Kansas isn’t just buffalo and rolling hills

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Kansas isn’t just buffalo and rolling hills

Photo courtesy Wikimedia Commons.

Photo courtesy Wikimedia Commons.

Photo courtesy Wikimedia Commons.

By Zara Ali

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When I tell people I lived in a small rural town in Kansas for most of my childhood, I get a lot of different reactions. Some people repeat my statement in the form of a question; some wonder if I’m joking. They ask if I lived on a farm, if there were any other Asians and if everyone there was the stereotypical hillbilly of their imagination. 

Essentially, they want me to confirm their views that Kansas is basically cowboy land — but I can’t. Because I know that it’s more than that.

Most people’s first question is why I was living in Kansas. A Pakistani girl with doctor, immigrant parents doesn’t seem to fit into their visions of the state. As part of my dad’s visa requirements, he had to practice in an underserved area. A hospital in Hays, Kansas, gave him the best offer. We moved there from New Jersey, just as I was entering Kindergarten. 

Many Whitman students would be aghast at the concept of moving to Kansas. But as a five-year-old, I didn’t have any preconceived notions about our new home; all I cared about was if our yard would be big enough for a sandbox (it was). My parents didn’t know what to expect either; they had only lived in America for a couple of years and had never heard of the state before.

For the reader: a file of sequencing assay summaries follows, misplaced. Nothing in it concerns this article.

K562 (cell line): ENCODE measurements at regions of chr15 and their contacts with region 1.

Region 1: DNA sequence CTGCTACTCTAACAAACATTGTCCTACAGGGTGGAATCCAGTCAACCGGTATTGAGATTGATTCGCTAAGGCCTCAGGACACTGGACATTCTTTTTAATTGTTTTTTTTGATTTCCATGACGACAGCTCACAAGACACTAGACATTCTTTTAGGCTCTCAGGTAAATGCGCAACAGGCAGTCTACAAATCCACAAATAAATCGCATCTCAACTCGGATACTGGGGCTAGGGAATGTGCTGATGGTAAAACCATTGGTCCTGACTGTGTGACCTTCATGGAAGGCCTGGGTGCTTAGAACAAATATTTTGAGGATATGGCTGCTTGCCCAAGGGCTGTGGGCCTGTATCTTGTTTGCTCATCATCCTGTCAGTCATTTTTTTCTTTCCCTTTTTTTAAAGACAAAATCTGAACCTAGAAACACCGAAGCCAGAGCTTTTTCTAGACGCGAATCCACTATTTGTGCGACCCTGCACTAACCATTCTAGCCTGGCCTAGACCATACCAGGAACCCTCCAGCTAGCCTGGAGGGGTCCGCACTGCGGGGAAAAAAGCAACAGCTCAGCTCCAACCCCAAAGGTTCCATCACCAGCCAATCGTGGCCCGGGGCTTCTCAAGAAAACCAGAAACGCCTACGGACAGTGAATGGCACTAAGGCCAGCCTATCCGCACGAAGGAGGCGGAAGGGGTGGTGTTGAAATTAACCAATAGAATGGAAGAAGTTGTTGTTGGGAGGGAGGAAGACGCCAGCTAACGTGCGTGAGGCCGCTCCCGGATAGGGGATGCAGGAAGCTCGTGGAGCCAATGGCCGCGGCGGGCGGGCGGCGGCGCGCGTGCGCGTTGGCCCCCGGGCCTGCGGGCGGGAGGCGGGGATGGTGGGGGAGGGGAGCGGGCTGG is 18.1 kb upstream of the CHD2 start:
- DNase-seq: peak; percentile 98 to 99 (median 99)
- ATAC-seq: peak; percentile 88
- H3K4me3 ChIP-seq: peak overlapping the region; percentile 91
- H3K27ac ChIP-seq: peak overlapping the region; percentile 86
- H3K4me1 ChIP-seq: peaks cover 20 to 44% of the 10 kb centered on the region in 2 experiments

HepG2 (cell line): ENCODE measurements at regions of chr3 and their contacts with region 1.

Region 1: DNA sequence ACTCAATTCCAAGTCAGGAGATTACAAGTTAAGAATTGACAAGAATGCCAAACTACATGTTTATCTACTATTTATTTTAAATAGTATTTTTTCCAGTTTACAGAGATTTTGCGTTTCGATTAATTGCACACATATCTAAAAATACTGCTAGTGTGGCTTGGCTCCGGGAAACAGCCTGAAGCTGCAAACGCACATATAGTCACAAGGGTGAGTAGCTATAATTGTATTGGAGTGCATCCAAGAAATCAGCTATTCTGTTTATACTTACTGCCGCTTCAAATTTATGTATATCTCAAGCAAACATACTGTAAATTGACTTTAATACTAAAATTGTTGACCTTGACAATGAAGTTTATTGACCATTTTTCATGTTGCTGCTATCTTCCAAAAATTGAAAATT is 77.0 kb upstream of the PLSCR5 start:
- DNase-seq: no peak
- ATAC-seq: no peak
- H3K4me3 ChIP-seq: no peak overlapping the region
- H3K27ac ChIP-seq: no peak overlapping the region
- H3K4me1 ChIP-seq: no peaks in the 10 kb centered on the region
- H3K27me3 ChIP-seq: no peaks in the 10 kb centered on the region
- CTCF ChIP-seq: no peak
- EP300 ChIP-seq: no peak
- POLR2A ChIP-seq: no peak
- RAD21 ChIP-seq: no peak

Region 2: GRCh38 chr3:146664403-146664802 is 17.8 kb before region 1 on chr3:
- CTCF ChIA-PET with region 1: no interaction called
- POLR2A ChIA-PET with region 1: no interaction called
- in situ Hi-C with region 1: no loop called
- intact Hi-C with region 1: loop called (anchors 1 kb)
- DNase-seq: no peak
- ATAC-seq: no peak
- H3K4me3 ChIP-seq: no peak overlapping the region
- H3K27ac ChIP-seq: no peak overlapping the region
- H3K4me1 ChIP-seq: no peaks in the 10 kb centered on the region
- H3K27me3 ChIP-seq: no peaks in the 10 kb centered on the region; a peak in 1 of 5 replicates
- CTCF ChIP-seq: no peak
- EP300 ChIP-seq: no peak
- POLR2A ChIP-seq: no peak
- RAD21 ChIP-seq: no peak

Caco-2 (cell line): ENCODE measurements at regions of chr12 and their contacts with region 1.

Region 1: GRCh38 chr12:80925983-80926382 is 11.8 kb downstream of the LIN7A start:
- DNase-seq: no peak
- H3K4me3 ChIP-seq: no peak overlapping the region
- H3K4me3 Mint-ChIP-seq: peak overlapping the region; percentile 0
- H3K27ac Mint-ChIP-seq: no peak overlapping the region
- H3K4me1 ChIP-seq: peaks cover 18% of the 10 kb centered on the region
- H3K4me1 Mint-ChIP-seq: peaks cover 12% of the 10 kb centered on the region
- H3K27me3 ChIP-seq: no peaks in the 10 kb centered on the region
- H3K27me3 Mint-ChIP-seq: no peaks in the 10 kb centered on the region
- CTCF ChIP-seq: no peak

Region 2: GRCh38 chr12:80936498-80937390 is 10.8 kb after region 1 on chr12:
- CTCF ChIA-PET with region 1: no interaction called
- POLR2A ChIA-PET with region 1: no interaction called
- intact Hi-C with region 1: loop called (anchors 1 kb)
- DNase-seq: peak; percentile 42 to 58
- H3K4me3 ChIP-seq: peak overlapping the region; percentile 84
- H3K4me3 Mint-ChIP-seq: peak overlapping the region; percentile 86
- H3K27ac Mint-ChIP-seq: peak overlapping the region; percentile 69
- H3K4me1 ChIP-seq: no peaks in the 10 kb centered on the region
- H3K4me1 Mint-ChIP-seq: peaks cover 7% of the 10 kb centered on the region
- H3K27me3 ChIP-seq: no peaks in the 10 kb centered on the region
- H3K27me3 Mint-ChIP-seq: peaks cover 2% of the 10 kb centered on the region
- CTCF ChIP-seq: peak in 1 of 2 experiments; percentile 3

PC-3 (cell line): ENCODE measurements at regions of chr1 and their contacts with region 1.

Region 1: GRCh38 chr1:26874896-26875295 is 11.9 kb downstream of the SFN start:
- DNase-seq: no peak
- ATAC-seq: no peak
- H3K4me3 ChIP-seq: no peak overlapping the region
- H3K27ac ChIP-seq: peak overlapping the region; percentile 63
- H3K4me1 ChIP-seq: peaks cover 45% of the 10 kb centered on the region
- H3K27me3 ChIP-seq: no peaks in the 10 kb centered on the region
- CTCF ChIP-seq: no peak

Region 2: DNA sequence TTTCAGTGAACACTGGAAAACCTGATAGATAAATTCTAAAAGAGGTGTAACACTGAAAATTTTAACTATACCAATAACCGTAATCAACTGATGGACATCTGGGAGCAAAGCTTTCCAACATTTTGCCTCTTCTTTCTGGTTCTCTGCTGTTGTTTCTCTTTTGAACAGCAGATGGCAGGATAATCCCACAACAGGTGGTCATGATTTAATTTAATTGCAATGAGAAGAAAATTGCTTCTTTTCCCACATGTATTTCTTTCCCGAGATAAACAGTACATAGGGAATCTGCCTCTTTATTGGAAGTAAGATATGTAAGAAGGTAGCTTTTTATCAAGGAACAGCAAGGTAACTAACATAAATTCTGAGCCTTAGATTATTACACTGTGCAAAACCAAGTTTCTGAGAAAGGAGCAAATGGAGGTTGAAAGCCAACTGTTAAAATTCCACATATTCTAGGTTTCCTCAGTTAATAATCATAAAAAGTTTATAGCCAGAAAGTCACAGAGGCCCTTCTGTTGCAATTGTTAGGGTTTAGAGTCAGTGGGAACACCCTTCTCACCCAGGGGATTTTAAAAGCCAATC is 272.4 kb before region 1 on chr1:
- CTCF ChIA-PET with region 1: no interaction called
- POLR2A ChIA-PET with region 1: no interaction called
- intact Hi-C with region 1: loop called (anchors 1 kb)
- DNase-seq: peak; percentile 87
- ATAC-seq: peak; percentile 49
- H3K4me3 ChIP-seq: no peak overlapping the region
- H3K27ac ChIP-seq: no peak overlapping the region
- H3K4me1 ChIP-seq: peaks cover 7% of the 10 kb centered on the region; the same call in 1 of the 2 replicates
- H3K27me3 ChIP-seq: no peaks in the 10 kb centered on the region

When we arrived in Hays, we were welcomed instantly. Hays was similar to Bethesda or any other town, and it had a more tight-knit community than we ever could’ve imagined. Other immigrant families lived there for the same reason as us, and they were some of the kindest people we’ve ever met. Even though neighbors and classmates didn’t always share the same political views as us, they still invited us to potlucks and we carpooled together — like any other community.

I consistently played cricket with other families and explored the empty fields that extended miles behind my backyard. Our town even had a wide array of food, beyond just the barbecue and brisket we expected; I had the best Vietnamese noodles of my life in a small family-run shop in Hays. 

Even with these childhood experiences, I’m still sometimes guilty of stereotyping people based on their location. Because of preconceived notions alone, I was admittedly a bit hesitant to visit family friends in small-town Alabama last February. I’d heard in the news about an Alabama newspaper publishing a pro-KKK editorial. But when I arrived, I was pleasantly surprised by the openness of the community. My family friends are Pakistani as well, and they’ve lived in Alabama for 16 years. They’ve never felt different from the rest of their community; their biggest takeaway from Southern life was their newfound love for grits.

Of course, not everyone in Kansas or Alabama is as kind or welcoming as the people I know — but neither is everyone in Bethesda. My experiences in Kansas changed how I view communities as a whole. We shouldn’t define locations solely by our friends’ opinions or the stories we hear in the news. With an open mind, you might be surprised by the depth of culture and the warmth of community nearly any place has to offer.

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